Skip to main content

Should Shared Parenting be Presumptive?

The Minnesota House recently passed a shared parenting bill which has a presumption of at least 45.1% of the parenting time with each parent.  This presumption can be overcome by certain factors.  Attorney Robert Franklin has written an editorial supporting the bill and calling on the Senate and Governor to pass it as well.

A similar movement has been trying to get presumptions of shared physical custody passed in Massachusetts, and we reviewed these proposals in our series on Custody Reform.

Custody Reform should be based on evidence about what defaults are in the best interest of children. There is evidence of a shift in our society to greater parenting involvement of fathers, but the available evidence is still strongly in favor of very young children spending more time with their mother. Frequent contact with both parents is necessary at a very young age, but equal time doesn't take into account the realities of the unusual feeding and sleeping schedule that newborns have (especially if the mother is breast-feeding).

Mr. Franklin indicates that breast-feeding can be worked around through pumping and storage as mother's who work often do.  However, this ignores part of the benefit of breast-feeding which is bonding with the mother.  This comment also ignores the immense pressure put on mothers of newborns.  Because of the need for newborns to have constant contact with both parents to form a bond with them, an equal parenting plan at this age would involve almost daily transitions.  Mr. Franklin expects these mothers to work, pump every two to three hours and accommodate multiple parenting transitions.  I'm not sure when he expects them to sleep?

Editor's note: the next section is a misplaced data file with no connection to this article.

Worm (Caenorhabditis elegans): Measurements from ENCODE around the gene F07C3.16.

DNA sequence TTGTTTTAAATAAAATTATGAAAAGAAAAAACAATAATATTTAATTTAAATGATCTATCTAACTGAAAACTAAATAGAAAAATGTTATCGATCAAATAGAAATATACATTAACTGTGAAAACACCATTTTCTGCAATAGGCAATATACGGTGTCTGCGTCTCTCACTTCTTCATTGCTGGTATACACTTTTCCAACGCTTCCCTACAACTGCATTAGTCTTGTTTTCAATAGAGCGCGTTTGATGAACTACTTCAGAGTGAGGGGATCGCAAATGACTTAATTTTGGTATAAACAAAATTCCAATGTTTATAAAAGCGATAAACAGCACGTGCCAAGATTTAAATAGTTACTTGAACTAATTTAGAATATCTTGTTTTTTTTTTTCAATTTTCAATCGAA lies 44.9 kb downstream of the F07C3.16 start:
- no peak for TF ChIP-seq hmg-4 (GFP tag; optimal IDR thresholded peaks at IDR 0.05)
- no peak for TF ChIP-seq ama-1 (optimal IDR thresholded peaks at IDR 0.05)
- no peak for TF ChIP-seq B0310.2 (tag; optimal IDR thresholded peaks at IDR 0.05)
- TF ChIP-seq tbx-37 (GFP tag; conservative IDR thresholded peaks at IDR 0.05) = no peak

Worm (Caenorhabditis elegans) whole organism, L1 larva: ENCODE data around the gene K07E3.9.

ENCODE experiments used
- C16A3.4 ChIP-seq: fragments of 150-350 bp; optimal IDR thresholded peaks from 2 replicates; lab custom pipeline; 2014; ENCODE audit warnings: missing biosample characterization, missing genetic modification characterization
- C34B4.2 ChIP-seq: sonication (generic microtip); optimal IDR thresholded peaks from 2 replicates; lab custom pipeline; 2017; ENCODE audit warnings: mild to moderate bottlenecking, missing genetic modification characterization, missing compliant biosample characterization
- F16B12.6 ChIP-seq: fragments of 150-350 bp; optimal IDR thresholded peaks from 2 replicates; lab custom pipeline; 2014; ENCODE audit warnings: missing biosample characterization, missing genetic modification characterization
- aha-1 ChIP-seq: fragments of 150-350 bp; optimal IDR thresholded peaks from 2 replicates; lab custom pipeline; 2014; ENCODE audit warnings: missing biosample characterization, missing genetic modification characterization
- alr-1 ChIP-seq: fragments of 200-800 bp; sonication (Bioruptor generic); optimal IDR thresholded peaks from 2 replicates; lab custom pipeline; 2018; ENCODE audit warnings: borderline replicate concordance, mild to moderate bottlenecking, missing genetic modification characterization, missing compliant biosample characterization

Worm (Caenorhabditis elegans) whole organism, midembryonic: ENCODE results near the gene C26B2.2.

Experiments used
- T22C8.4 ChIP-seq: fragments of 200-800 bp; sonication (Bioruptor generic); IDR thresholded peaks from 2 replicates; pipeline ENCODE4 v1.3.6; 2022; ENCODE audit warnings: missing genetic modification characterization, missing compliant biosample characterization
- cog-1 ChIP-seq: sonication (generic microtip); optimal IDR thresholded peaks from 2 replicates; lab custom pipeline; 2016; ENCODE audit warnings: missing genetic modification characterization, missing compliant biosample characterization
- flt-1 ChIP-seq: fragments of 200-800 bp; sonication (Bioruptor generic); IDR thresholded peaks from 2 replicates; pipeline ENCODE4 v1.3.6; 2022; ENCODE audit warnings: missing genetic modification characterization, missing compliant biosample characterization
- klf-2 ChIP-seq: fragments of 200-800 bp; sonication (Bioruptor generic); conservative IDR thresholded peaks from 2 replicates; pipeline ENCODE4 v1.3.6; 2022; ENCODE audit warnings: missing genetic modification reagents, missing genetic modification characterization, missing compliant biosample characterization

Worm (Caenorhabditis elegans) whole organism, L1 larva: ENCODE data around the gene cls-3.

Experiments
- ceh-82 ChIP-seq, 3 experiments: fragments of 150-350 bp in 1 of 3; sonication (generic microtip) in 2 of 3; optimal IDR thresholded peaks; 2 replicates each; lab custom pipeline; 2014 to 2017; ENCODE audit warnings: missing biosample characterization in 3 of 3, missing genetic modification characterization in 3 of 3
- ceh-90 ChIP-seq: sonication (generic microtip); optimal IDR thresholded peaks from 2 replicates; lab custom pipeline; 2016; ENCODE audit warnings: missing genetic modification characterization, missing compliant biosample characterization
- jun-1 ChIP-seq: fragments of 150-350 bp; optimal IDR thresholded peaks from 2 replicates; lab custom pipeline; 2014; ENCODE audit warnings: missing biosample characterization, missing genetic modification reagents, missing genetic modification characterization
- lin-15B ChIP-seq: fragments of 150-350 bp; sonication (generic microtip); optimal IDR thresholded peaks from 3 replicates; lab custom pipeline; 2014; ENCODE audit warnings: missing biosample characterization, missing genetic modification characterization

I am in favor of recognizing the societal shift in parenting duties through greater presumptions for shared physical custody. However, there should also be some indication that this presumption does not mean equal time for children whose age would not favor equal time. I would suggest some tempering of the shared physical custody presumption to recognize the different needs of children at different ages.  The Shared Parenting brochure and the Model Parenting Plans provided by the Massachusetts courts both recognize this need to adjust the schedule and division of time as the child grows older.

Maybe the time has come to change the presumptions, but that doesn't mean we have to force those presumptions to fit every situation.  Presumptions of shared parenting with children of certain ages makes sense, but with children who are very young or who have special needs there needs to be consideration of how those factors affect their needs.

For more information check out these resources:

Parenting Plan Worksheet - Use this worksheet to help compare potential or proposed Parenting Plans on a user-friendly calendar.


Child Custody Mediation
Collaborative Child Custody Resolution
Child Custody Litigation


Comments

  1. I've read a ton about Minnesota's situation. It's difficult to make these types of laws because every circumstance is so different. Has definitely brought about dissension. I think this decision needs MUCH more examination, personally.